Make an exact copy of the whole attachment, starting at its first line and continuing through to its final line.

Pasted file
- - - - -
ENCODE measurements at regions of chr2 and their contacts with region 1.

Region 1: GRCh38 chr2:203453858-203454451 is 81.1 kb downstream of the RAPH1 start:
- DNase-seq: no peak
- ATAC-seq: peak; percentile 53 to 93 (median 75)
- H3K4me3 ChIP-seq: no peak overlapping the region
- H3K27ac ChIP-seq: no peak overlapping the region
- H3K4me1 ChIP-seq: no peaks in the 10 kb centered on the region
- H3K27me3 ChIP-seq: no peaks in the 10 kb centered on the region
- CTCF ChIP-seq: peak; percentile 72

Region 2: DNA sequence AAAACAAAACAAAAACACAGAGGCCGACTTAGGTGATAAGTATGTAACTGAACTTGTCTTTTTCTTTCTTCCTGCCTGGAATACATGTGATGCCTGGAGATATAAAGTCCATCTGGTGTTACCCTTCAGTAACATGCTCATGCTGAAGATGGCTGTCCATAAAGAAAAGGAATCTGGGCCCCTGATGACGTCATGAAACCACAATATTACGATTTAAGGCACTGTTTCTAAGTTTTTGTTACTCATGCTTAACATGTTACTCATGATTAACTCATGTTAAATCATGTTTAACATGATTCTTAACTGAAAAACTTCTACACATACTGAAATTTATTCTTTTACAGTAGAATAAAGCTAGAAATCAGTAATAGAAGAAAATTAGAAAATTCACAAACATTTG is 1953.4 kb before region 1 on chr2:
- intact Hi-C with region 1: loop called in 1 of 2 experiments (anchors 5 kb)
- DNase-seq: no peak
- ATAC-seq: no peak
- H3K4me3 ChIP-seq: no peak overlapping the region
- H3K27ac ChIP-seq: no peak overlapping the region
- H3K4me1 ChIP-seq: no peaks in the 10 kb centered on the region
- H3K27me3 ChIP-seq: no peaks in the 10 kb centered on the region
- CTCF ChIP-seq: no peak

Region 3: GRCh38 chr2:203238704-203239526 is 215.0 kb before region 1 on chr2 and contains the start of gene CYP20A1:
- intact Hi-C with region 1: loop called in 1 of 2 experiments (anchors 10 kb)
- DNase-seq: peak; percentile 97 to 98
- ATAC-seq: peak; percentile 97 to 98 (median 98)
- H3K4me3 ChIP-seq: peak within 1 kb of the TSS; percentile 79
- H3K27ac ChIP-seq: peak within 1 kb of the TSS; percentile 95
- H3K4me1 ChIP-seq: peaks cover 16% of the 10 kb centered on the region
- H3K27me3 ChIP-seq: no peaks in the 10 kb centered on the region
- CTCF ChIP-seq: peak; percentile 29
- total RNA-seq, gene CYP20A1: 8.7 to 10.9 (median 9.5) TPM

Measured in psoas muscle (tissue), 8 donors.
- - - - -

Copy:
ENCODE measurements at regions of chr2 and their contacts with region 1.

Region 1: GRCh38 chr2:203453858-203454451 is 81.1 kb downstream of the RAPH1 start:
- DNase-seq: no peak
- ATAC-seq: peak; percentile 53 to 93 (median 75)
- H3K4me3 ChIP-seq: no peak overlapping the region
- H3K27ac ChIP-seq: no peak overlapping the region
- H3K4me1 ChIP-seq: no peaks in the 10 kb centered on the region
- H3K27me3 ChIP-seq: no peaks in the 10 kb centered on the region
- CTCF ChIP-seq: peak; percentile 72

Region 2: DNA sequence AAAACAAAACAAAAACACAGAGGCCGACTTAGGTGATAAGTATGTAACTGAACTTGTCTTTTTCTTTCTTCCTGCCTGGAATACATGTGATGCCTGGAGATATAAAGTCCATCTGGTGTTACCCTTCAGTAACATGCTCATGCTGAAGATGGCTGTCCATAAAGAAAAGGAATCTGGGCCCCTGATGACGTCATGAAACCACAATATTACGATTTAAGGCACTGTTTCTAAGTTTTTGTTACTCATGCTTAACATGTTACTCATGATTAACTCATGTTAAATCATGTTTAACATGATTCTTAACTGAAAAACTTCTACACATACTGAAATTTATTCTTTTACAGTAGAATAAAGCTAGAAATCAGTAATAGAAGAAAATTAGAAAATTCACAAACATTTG is 1953.4 kb before region 1 on chr2:
- intact Hi-C with region 1: loop called in 1 of 2 experiments (anchors 5 kb)
- DNase-seq: no peak
- ATAC-seq: no peak
- H3K4me3 ChIP-seq: no peak overlapping the region
- H3K27ac ChIP-seq: no peak overlapping the region
- H3K4me1 ChIP-seq: no peaks in the 10 kb centered on the region
- H3K27me3 ChIP-seq: no peaks in the 10 kb centered on the region
- CTCF ChIP-seq: no peak

Region 3: GRCh38 chr2:203238704-203239526 is 215.0 kb before region 1 on chr2 and contains the start of gene CYP20A1:
- intact Hi-C with region 1: loop called in 1 of 2 experiments (anchors 10 kb)
- DNase-seq: peak; percentile 97 to 98
- ATAC-seq: peak; percentile 97 to 98 (median 98)
- H3K4me3 ChIP-seq: peak within 1 kb of the TSS; percentile 79
- H3K27ac ChIP-seq: peak within 1 kb of the TSS; percentile 95
- H3K4me1 ChIP-seq: peaks cover 16% of the 10 kb centered on the region
- H3K27me3 ChIP-seq: no peaks in the 10 kb centered on the region
- CTCF ChIP-seq: peak; percentile 29
- total RNA-seq, gene CYP20A1: 8.7 to 10.9 (median 9.5) TPM

Measured in psoas muscle (tissue), 8 donors.